Caitlin Thompson and her service dog Charlie are a team at Michigan State University. Thompson is the school’s facilities supervisor and also a graduate student. She fields about 20 questions a day about Charlie. Having a service dog makes her conspicuous, but it also allows her to function productively after years of isolation.
Charlie helps Thompson deal with learning difficulties and psychiatric disabilities, all of which are invisible. With Charlie at her side, she is able to hold down a full-time job and attend classes.
According to Chip Hornburg, MSU facilities manager, several residents have service animals. The dogs live at the MSU dorms. To distinguish them from regular pets, owners usually have the dogs wear harnesses.
Thompson has chosen counseling as her career path because she wants to make a difference in people’s lives. That includes being an advocate for service dogs and people like her who rely on them as they struggle with disabilities.
On the MSU campus, the Resource Center for Persons with Disabilities handles all questions and regulations about service animals in dorms and on the campus. According to the center, service dogs don’t have to be registered in Michigan, but the state does provide voluntary registration. Though dogs are the most popular service animals, even miniature horses can be effective for a range of disabilities.
The director of Michigan’s ADA compliance department points out that as cute as they are, these animals are not pets. In fact, they are considered a part of the owner, much like a cane, wheelchair or hearing aid. They help a person, like Thompson, function during their daily life.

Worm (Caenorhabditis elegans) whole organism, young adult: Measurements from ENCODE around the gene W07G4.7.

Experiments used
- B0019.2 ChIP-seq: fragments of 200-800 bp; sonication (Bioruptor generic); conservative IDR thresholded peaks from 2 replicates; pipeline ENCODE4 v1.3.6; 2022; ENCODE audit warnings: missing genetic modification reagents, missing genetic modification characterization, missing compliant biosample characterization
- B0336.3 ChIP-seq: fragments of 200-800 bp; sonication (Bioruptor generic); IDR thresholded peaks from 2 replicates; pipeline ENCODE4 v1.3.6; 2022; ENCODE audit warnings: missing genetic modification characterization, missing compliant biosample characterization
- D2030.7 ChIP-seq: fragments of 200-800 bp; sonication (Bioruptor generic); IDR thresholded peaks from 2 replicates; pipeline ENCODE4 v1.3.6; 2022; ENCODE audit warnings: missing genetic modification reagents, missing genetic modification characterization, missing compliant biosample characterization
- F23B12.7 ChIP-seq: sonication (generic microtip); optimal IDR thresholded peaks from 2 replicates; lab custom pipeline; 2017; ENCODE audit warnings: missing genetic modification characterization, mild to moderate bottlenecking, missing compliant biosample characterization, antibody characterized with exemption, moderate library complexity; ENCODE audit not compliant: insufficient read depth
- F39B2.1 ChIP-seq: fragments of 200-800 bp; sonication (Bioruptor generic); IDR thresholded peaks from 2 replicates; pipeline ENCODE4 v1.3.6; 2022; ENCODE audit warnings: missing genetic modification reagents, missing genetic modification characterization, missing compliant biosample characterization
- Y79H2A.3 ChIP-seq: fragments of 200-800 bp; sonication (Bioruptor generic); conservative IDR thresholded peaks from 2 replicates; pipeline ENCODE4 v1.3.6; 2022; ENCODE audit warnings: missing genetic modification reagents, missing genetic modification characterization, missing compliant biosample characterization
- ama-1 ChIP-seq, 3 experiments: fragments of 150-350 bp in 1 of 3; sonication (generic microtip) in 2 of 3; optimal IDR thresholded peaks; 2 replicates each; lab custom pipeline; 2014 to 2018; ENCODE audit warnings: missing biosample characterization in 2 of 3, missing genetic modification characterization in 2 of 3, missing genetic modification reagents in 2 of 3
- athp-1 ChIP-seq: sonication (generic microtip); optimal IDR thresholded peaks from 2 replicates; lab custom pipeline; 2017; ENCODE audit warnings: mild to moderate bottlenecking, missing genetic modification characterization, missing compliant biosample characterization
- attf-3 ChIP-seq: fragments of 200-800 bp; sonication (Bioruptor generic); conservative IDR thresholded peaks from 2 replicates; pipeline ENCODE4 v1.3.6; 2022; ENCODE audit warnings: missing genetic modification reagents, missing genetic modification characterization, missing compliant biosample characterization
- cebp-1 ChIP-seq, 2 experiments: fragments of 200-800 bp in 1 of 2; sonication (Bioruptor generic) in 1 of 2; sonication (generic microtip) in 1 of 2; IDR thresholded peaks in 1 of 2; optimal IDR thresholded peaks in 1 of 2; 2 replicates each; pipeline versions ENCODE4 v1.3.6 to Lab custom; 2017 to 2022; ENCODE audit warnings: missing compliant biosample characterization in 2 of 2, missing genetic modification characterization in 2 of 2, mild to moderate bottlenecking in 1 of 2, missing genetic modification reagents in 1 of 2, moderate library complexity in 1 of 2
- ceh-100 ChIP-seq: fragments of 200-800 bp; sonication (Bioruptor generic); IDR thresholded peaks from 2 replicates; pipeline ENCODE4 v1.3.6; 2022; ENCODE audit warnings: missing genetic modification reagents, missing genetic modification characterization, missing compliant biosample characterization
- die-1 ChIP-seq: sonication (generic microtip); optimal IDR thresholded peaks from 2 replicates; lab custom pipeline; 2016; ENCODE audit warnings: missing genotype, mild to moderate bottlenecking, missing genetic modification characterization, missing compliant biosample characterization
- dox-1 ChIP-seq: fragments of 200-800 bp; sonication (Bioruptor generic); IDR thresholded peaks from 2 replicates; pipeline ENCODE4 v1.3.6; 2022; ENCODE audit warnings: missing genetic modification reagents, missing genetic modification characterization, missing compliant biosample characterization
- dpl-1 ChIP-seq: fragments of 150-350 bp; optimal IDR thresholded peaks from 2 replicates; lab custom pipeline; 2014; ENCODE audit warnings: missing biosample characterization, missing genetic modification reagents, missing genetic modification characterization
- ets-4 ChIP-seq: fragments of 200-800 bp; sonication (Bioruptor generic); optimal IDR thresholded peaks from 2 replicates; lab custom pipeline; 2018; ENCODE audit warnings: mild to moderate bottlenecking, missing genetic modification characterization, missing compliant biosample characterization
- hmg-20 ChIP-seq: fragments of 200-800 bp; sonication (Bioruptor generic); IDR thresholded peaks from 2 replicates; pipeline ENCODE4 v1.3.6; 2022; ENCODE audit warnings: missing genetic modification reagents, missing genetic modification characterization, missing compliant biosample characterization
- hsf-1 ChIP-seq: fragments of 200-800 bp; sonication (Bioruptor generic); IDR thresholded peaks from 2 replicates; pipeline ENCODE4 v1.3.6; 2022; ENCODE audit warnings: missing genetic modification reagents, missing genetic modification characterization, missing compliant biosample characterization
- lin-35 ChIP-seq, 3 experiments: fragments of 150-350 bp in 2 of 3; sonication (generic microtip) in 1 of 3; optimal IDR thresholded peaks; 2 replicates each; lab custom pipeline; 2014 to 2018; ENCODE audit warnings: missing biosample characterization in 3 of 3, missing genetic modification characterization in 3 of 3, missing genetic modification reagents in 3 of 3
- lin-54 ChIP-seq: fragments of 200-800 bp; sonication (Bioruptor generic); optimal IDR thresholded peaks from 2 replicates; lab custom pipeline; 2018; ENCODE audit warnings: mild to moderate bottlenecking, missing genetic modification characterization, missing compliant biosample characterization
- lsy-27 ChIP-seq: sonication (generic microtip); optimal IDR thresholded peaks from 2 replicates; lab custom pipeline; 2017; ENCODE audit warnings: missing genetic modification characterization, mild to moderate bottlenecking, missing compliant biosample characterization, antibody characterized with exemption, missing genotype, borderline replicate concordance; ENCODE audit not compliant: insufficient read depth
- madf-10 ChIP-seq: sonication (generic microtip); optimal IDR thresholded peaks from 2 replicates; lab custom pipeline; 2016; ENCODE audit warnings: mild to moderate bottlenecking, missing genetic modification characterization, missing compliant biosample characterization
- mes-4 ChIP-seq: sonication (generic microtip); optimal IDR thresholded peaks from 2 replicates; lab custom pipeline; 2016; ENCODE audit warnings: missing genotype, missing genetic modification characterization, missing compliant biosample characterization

In the dorms, owners of service animals are responsible for any damage they cause. They also need to put animal waste in outdoor dumpsters, not in indoor trash receptacles and chutes.
Too Many Questions!
Thompson would prefer more anonymity, but Charlie is a conspicuous buddy. She says that she finds it fairly easy to answer the first question each day that she gets asked about service animals in general or Charlie in particular. But by the fifth question, she can get frustrated.
She asks that people respect her humanity. She is definite that anyone asking an owner questions in public about her service dog should follow basic etiquette. Is it an appropriate time to ask? Does it look like the owner is in a hurry? Does she have other things going on?
She finds the constant stream of questions difficult to handle, especially when she is tired. But she knows how important it is to let people know about the clear value of Charlie and other service animals. They allow owners to safely navigate classes, shops, businesses and work situations.
USA Service Dog Registration makes it easy to register your service dog or emotional support animal. And the process is free.
The online store offers dog vests, ID cards, tags, patches and certificates, as well as leashes and collars. You can purchase an emotional support animal letter in the store. The staff doctor will consult with you over the phone and write a letter that explains how your pet helps you with depression and anxiety.
The USA Service Dog Registration wants to help people with a range of conditions, whether involving sight, hearing, seizures or other physical disabilities, or emotional or psychological problems. Even if the difficulties are not visible, many can still benefit from a service dog.
Make your service dog as official as possible. Check out the range of products and services at USA Service Dog Registration today.
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